By Nithea Nadarajah
“Fair value is the new mainstream basis of accounting,” observed Tan Khoon Yew, Partner, Learning & Professional Development, BDO in his presentation at the recent MIA MPERS Conference 2018.
Referring to an objective estimate of the current market value of an asset (or liability), fair value measurement is a paradigm shift away from the historical cost method of recognising the cost of an asset (or liability) upon its acquisition.
Under Section 2.34(b) of MPERS, fair value is defined as the amount for which an asset could be exchanged, or a liability settled, between knowledgeable, willing parties in an arm’s-length transaction.
Even thrashing out the semantics is challenging.
One, the contention that ‘an asset could be exchanged’ does not necessarily imply an outright cash or credit payment made for an asset. The asset exchanged could also fall within the ambit of barter transactions, which could evoke circular reference issues between the value of an asset given away versus the value of an asset received.
Two, ‘liability settled’ could also be perceived to include indirect settlement mechanisms such as debt novation agreements usually undertaken during de-gearing exercises. Should the fair value of the liability in question be measured at its carrying amount in the balance sheet or the amount payable to the third party assuming the liability?
Three, deciphering the context behind ‘knowledgeable, willing parties at an arm’s length transaction’. Willing parties at arm’s length transaction can be easily inferred to mean willing participation without any pressure or force amongst parties that are acting independently. However, in instances whereby the information required to accurately determine the fair value of an asset (or liability) is not readily accessible, are the parties deemed “knowledgeable”?
Measuring Fair Value
Fair value and historical cost are the two common measurement bases under MPERS. Section 2.46 of the MPERS specifies that at initial recognition, an entity shall measure assets and liabilities at historical cost unless another basis such as the fair value method is explicitly required.
MPERS requires that the fair value method be applied upon initial measurement of certain balance sheet items such as financial instruments, government grants, certain biological assets and service concession agreements. Additionally, revenue income under the profit and loss statement is also accorded the equivalent fair value basis treatment upon initial measurement.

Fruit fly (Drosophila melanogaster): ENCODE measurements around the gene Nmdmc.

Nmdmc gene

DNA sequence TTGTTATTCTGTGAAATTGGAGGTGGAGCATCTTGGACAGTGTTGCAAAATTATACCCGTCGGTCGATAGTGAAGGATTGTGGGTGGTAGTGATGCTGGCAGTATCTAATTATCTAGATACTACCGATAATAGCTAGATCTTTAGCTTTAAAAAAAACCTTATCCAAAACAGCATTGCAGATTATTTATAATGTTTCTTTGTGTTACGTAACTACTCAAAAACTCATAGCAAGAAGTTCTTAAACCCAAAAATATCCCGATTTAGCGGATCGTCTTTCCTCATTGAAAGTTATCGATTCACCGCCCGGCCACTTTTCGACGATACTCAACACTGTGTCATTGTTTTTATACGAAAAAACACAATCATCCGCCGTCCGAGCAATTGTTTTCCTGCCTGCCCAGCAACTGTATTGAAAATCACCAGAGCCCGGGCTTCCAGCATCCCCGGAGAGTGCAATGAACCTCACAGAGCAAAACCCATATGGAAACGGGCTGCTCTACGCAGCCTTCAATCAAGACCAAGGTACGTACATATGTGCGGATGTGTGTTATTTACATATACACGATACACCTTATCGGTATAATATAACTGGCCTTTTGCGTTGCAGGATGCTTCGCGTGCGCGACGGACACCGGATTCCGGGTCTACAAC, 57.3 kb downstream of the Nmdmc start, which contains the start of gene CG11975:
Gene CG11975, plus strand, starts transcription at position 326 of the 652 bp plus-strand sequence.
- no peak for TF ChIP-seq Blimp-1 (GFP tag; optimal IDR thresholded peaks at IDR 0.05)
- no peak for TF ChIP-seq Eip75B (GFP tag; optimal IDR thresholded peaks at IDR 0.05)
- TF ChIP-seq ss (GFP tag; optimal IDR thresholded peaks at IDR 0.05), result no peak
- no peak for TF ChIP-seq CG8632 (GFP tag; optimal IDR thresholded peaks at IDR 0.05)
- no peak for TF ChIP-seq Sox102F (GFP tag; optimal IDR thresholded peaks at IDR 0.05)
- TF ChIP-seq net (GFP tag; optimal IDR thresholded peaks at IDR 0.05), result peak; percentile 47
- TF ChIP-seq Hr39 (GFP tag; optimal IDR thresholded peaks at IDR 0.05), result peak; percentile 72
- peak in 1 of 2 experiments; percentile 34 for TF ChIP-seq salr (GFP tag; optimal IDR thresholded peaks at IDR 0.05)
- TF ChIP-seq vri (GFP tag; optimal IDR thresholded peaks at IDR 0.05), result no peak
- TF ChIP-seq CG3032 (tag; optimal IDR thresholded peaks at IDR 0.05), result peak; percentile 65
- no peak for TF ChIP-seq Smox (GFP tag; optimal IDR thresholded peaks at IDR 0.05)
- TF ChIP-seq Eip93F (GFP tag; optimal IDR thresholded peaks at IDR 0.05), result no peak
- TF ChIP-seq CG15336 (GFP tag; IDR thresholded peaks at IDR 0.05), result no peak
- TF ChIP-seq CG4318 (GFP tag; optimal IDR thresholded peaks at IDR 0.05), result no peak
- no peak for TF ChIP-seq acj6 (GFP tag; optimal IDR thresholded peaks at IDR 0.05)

Most non-financial assets are initially recognised at historical cost and subsequently measured using the fair value method. However, in relation to investment in associates and joint ventures, companies can apply either the cost method or the fair value method.
MPERS also introduced the concept of ‘undue cost or effort’ whereby an asset or liability is exempted from applying the fair value method should there be undue cost or effort suffered during the valuation process. However, this exemption is limited to only certain items identified under the MPERS e.g. financial instruments in Section 11 or investment properties in Section 16.
Applying Fair Value
Small and Medium Enterprises (SMEs) must maximise the use of observable inputs and reduce the use of unobservable inputs when measuring fair value. MPERS introduced a fair value hierarchy which prioritises the importance of observable inputs in the fair value measurement process.
- Observable market price or the current price of an identical asset in an active market is the best evidence of fair value.
- In the absence of observable market price, the next option will be the application of entity-specific observable market data which includes prices stated in a binding sales agreement or a recent transaction (provided there are no significant time lapses or undue changes in economic circumstances).
- If the market for the asset is not active and recent transactions are not good estimates of fair value, another method of measurement called the valuation technique is applied. The objective of using a valuation technique is to estimate what the transaction price would have been on the measurement date in an arm’s length exchange motivated by normal business considerations. The two most commonly acceptable valuation techniques are the discounted cash flow analysis and option pricing models.
- In the absence of asset market prices, it is reasonable to rely on the concept of determining the available market price for the transfer of an identical liability relating to that asset.
Regardless of the fair value technique adopted, the financial statements must adequately disclose the basis used to determine fair value, the observable or unobservable inputs relied upon, as well as the necessary assumptions made.
“MPERS does not prescribe beyond the general requirements, how fair value must be calculated for each type of asset or liability, especially in relation to non-financial assets,” cautioned Tan. SMEs are thus required to apply professional judgement in situations that lack clarity during the fair value measurement process.
Furthermore, MPERS does not provide guidance or specify the type of markets that SMEs are expected to rely upon, e.g. criteria for the most advantageous market. In reality, the existence of numerous financial markets and widely disseminated information present preparers with a surfeit of choice and their decisions could result in flawed and diverse fair value measurements.